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  13. The (In)Compatibility of the Privation Theory of Evil and the Mere-Difference View of Disability.Nicholas Colgrove - 2020 - The National Catholic Bioethics Quarterly 20 (2):329-348.
    The privation theory of evil (PTE) states that evil is the absence of some good that is supposed to be present. For example, if vision is an intrinsic good, and if human beings are supposed to have vision, then PTE implies that a human being’s lacking vision is an evil, or a bad state of affairs. The mere-difference view of disability (MDD) states that disabilities like blindness are not inherently bad. Therefore, it would seem that lacking sight is not a (...)
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  14. Disability as Inability.Alex Gregory - 2020 - Journal of Ethics and Social Philosophy 18 (1):23-48.
    If we were to write down all those things that we ordinarily categorise as disabilities, the resulting list might appear to be extremely heterogeneous. What do disabilities have in common? In this paper I defend the view that disabilities should be understood as particular kinds of inability. I show how we should formulate this view, and in the process defend the view from various objections. For example, I show how the view can allow that common kinds of inability are not (...)
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  15. Normate.Joel Michael Reynolds - 2020 - In Gail Weiss, Ann V. Murphy & Gayle Salamon (eds.), 50 Concepts for a Critical Phenomenology. Evanston, IL, USA: pp. 243-48.
    This short encyclopedia entry defines the concept of the normate.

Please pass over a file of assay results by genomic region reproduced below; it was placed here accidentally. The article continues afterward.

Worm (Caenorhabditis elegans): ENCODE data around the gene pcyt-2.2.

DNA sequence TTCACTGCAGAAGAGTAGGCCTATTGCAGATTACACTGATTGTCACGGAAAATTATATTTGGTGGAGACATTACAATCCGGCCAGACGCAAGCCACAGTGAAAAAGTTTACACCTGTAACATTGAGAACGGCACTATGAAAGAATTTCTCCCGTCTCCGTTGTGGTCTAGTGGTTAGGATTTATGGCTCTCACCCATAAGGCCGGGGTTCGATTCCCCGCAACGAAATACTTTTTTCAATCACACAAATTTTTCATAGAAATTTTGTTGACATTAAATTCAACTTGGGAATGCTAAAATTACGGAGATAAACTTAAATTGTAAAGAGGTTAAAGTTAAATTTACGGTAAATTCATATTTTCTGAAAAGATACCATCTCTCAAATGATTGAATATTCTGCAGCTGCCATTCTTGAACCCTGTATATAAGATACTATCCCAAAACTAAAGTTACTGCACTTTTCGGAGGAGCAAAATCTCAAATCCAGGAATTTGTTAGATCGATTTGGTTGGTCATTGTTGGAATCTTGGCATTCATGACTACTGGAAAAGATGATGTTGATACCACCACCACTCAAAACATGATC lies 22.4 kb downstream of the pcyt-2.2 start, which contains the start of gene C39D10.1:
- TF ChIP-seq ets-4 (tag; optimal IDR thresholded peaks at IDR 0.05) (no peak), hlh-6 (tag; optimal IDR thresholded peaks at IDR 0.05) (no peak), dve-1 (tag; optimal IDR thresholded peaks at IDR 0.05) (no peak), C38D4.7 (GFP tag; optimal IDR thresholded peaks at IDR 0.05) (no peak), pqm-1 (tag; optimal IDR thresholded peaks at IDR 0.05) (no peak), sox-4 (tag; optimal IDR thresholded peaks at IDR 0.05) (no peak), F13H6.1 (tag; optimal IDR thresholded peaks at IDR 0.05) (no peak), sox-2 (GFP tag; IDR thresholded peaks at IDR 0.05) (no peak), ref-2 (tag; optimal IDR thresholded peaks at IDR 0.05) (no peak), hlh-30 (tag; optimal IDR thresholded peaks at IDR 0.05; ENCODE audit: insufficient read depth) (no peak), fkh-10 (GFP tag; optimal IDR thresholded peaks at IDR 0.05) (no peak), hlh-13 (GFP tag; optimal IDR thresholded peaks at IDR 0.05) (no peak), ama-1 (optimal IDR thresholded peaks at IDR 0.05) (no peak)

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  16. A Dilemma For Neurodiversity.Kenneth Shields & David Beversdorf - 2020 - Neuroethics 14 (2):1-17.
    One way to determine whether a mental condition should be considered a disorder is to first give necessary and sufficient conditions for something to be a disorder and then see if it meets these conditions. But this approach has been criticized for begging normative questions. Concerning autism, a neurodiversity movement has arisen with essentially two aims: advocate for the rights and interests of individuals with autism, and de-pathologize autism. We argue that denying autism’s disorder status could undermine autism’s exculpatory role (...)
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  17. Well-Being, Disability, and Choosing Children.Matthew J. Barker & Robert A. Wilson - 2019 - Mind 128 (510):305-328.
    The view that it is better for life to be created free of disability is pervasive in both common sense and philosophy. We cast doubt on this view by focusing on an influential line of thinking that manifests it. That thinking begins with a widely-discussed principle, Procreative Beneficence, and draws conclusions about parental choice and disability. After reconstructing two versions of this argument, we critique the first by exploring the relationship between different understandings of well-being and disability, and the second (...)
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  18. The Cattle in the Long Cedar Springs Draw.Gary Comstock - 2019 - In Nandita Batra & Mario Wenning (eds.), The Human–Animal Boundary Exploring the Line in Philosophy and Fiction. Lanham: Lexington Books. pp. 97-114.
    The argument for vegetarianism from overlapping species goes like this. Every individual who is the subject of a life has a right to life. Some humans—e.g., the severely congenitally cognitively limited—lack language, rationality, autonomy, and self-consciousness, and yet they are subjects of a life. Severely congenitally cognitively limited humans have a right to life. Some animals—e.g., all mammals—lack language, rationality, autonomy, and self-consciousness, and yet they are subjects of a life. We ought to treat like cases alike. The cases of (...)
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  19. Disability, Disadvantage, and Luck Egalitarianism.Matthew Palynchuk - 2019 - Dialogue 58 (4):pp. 711-720.